What to do now: Error in the utility bill?

Administration costs are collected, or the letter arrives too late: Not everything is always done correctly when it comes to utility bills.

What to do now: Error in the utility bill?

Administration costs are collected, or the letter arrives too late: Not everything is always done correctly when it comes to utility bills. Tips on how to recognize this and how to deal with it.

Even if it is not one of the tenants' favorite pastimes: It can be worth checking the utility bills carefully.

Because mistakes happen, and some landlords make demands that are not easy to understand, according to the North Rhine-Westphalia consumer advice center. Then it is important to gain perspective and your rights.

"The high costs and complicated and incorrect billing are just some of the reasons why the operating costs are the number one legal advice topic for the local tenants' associations," says Ulrich Ropertz. He is the former managing director of the German Tenants' Association (DMB) and author of the guide "The Tenant Handbook" published by the consumer advice center in North Rhine-Westphalia and the DMB.

According to the expert, one of the typical errors in utility bills is incorrectly billed caretaker costs: "The caretaker is often a jack of all trades, but not everything he does can be passed on." If he does repairs, these are not operating cost items.

"One-off costs are never operating costs," Ropertz continues. "Administrative or maintenance costs are not included either." You can read about this in the Operating Costs Ordinance. Maintenance costs for an elevator can be passed on, but not more: "Often landlords conclude full maintenance contracts that also include repairs," says Ropertz. "The costs in the billing must then be reduced by this."

In principle, only ancillary costs that are mentioned in the rental agreement may be billed. However, these do not have to be listed in detail: "It is sufficient to indicate that the tenant has to pay the operating costs in accordance with the Operating Costs Ordinance," says Ropertz.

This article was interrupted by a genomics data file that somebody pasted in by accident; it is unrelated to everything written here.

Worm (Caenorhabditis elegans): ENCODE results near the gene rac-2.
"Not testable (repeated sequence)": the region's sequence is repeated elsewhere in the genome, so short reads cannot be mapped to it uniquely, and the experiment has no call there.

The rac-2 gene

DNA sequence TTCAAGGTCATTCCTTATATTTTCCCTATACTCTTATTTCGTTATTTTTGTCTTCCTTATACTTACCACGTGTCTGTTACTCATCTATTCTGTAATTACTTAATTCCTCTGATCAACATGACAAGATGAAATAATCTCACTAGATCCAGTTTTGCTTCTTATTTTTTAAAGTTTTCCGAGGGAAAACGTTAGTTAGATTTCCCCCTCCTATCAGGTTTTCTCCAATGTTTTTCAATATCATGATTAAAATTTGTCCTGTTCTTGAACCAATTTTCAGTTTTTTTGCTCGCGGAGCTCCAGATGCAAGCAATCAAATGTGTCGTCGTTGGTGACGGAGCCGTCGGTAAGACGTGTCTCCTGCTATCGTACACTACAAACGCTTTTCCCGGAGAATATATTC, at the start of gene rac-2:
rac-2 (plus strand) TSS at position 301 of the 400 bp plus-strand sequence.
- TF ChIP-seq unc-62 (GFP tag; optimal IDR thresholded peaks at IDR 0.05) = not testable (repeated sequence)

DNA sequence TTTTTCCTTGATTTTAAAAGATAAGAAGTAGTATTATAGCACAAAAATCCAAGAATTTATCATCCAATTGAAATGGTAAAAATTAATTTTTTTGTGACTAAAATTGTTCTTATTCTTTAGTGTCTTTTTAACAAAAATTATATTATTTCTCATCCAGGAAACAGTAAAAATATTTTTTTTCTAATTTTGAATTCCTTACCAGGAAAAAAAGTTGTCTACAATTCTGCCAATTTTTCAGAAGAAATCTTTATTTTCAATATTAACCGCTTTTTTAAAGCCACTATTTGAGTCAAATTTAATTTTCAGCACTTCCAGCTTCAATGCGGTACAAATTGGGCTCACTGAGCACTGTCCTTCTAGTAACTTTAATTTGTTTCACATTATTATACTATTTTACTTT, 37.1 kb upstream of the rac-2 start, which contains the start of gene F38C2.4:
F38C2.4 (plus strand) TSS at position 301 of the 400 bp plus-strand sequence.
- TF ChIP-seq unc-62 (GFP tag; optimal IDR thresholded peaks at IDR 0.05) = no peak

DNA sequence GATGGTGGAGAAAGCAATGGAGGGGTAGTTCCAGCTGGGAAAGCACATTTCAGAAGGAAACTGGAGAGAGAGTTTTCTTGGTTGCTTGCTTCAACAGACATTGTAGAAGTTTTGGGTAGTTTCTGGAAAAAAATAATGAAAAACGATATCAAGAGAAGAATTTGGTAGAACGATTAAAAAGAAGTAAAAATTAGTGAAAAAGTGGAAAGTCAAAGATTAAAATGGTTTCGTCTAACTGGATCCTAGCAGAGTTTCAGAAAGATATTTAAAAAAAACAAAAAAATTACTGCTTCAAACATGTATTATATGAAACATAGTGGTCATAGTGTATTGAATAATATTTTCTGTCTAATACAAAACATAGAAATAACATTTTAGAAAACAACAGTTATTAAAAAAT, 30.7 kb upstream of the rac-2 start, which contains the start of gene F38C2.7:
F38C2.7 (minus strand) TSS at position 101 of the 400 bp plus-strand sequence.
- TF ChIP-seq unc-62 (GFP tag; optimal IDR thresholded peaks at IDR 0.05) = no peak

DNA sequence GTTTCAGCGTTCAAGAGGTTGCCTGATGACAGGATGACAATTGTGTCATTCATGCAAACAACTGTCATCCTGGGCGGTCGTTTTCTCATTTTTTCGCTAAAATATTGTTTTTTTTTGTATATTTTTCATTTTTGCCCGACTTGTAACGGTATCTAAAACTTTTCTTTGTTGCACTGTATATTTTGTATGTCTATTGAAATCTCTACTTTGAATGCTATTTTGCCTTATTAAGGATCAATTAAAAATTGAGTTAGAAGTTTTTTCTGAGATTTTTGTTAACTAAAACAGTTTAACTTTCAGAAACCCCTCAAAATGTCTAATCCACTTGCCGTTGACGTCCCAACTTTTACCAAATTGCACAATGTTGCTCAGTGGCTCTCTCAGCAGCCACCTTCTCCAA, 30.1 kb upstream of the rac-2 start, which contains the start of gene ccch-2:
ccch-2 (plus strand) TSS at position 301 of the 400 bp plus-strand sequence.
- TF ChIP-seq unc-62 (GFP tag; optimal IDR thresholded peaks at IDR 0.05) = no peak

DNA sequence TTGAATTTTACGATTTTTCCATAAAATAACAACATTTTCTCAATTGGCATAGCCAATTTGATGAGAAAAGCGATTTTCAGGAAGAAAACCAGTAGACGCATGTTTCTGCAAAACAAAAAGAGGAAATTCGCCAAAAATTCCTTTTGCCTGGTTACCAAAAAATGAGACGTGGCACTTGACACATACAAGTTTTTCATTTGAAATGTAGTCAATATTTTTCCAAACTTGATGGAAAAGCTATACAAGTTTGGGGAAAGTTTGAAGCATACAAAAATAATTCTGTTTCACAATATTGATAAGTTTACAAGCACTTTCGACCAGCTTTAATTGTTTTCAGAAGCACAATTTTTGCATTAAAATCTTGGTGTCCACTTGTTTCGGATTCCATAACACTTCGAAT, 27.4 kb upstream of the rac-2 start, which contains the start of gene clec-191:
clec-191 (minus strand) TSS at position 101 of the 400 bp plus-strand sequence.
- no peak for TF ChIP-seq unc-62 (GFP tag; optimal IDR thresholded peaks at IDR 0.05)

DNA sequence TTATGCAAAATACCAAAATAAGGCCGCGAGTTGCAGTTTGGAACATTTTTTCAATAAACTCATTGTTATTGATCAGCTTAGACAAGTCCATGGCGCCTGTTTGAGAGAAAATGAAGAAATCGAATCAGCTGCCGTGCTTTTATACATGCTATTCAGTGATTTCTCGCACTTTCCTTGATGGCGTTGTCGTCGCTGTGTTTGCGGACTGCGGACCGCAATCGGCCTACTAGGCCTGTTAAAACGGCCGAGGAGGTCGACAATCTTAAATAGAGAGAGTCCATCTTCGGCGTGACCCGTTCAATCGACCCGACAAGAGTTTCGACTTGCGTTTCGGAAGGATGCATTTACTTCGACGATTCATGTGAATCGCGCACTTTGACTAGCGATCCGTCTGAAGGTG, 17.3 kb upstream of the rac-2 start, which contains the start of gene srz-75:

However: If only individual operating costs such as water, sewage, hot water and heating are listed in the rental agreement, only these costs have to be paid - "regardless of whether there are other operating costs on site."

In addition, bills must be designed in such a way that the tenant can check at a glance whether only the legally permissible and contractually agreed cost types are actually being apportioned.

If tenants have doubts about the correctness, they should take the time to check it and, if necessary, enlist the help of a tenants' association. "It's often helpful to compare the statement with the operating cost index and the statement from the previous year," advises Ropertz. If individual types of costs appear again or if there are significant price differences in individual operating costs, the landlord can be asked to explain this or to submit receipts and invoices.

If there are errors, the landlord must send a corrected statement. "If he refuses or doesn't react at all, tenants can withhold ongoing advance payments," says Ropertz. If the landlord does not admit mistakes and no agreement can be reached, the court must ultimately decide. "That means the landlord has to sue if he wants to enforce an additional payment," says the expert.

Comparatively uncomplicated is the case when the bill arrives too late. The landlord must have sent them no later than twelve months after the end of the billing period. For the 2021 operating year, for example, the deadline ends on December 31, 2022.

If the tenant has not received the statement by the end of the period, he does not have to settle the additional claims made.

(This article was first published on Tuesday, September 27, 2022.)

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